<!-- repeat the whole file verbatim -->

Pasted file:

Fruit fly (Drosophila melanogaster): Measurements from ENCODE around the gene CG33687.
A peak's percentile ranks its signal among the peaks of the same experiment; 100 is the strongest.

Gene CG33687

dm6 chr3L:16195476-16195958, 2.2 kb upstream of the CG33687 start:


Fruit fly (Drosophila melanogaster): Measurements from ENCODE around the gene CG33687.
A peak's percentile ranks its signal among the peaks of the same experiment; 100 is the strongest.

Gene CG33687

dm6 chr3L:16195476-16195958, 2.2 kb upstream of the CG33687 start: